U-listed wastes are products that are toxic and some also possess other characteristic waste properties such as ignitability, corrosivity or reactivity), and include acetone, chloral hydrate, ethylene oxide, formaldehyde, mercury, phenol, reserpine, certain chemotherapeutics, and others. (For more information: 40 CFR 261.33)
Of the listed wastes, the P-, U- and F-listed (and, in particular, the F001-F005 subcategories) are the most important and should not be overlooked because violation of regulations regarding these products can result in strict disciplinary action.
Characteristic wasteCharacteristic wastes are hazardous solid wastes that possess the certain characteristics of ignitability, corrosivity, reactivity, or toxicity. (For more information: 40 CFR 261.20 – 261.24) You'll notice that this overlaps with the definition of U-listed wastes – characteristic waste is a category of waste that is somewhat of a "catch-all" for waste that isn't specifically listed (K-, F-, P- or U-listed) but possess one or more of the 4 characteristics of ignitability, corrosivity, reactivity or toxicity.
Universal wasteUniversal wastes are hazardous solid waste items that are widely generated by all sectors of the population. This category includes items such as batteries, certain light bulbs, pesticides in some situations, and mercury-containing equipment. (For more information: 40 CFR 273)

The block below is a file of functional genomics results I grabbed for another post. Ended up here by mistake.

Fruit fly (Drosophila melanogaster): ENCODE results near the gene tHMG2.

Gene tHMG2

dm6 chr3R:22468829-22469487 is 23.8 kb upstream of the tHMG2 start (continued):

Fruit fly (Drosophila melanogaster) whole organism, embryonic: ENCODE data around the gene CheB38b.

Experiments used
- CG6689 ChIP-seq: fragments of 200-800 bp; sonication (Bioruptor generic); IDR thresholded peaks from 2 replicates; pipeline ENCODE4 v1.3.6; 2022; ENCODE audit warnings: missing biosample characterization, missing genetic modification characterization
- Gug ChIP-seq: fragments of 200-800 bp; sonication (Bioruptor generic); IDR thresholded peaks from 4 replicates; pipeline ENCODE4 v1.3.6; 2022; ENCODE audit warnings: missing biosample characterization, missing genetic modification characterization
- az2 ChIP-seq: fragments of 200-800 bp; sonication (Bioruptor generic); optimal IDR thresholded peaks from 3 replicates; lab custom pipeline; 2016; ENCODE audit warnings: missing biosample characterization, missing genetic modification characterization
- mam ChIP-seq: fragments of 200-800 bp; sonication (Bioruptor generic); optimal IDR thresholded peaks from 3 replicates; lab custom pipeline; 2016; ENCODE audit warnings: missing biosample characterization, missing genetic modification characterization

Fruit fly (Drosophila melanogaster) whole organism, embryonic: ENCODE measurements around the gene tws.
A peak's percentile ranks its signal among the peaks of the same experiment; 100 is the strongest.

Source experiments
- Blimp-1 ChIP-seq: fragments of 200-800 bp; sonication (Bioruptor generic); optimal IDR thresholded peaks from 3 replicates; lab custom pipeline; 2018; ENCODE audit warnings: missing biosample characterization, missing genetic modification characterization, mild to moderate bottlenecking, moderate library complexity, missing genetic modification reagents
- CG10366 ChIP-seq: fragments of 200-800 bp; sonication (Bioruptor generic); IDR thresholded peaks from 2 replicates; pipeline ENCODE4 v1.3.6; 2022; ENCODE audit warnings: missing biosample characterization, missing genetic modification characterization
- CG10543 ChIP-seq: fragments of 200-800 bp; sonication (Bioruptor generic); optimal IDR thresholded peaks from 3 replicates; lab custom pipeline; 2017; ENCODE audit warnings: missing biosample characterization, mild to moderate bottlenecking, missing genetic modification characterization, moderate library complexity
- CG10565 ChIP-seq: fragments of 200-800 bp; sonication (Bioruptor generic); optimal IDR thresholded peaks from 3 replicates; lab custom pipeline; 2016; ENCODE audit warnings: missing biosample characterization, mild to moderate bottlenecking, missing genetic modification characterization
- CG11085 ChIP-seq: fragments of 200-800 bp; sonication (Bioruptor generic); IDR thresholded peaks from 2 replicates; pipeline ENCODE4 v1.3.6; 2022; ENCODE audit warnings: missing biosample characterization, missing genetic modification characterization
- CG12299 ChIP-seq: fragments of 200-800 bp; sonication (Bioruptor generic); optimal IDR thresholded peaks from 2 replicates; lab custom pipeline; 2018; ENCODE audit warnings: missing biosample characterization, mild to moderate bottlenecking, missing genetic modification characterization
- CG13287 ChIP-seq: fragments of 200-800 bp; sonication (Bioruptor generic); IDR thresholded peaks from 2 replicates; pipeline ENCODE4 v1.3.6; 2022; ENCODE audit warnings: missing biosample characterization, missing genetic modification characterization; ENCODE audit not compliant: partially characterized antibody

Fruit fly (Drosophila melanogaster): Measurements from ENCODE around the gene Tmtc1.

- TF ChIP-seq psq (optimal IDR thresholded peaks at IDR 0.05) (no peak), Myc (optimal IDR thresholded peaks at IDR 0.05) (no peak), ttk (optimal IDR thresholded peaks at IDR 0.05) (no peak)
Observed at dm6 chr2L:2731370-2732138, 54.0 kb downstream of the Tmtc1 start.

Mixed wasteMixed wastes are hazardous solid waste items that are radioactive. This includes waste materials associated with radionuclide (radioisotope) generation and use in veterinary medicine.
Dual wasteDual wastes are both hazardous solid waste and infectious or potentially infectious items (regulated medical waste). Examples include non-empty syringes containing hazardous waste pharmaceuticals with needles attached.
Household hazardous wasteAs the name indicates, household hazardous wastes are hazardous solid wastes that are generated in small amounts by individual households across the nation. This category includes various household cleaners, paints, solvents and other chemicals. Some of the items in this category, such as batteries, light bulbs and pesticides, are also considered universal waste.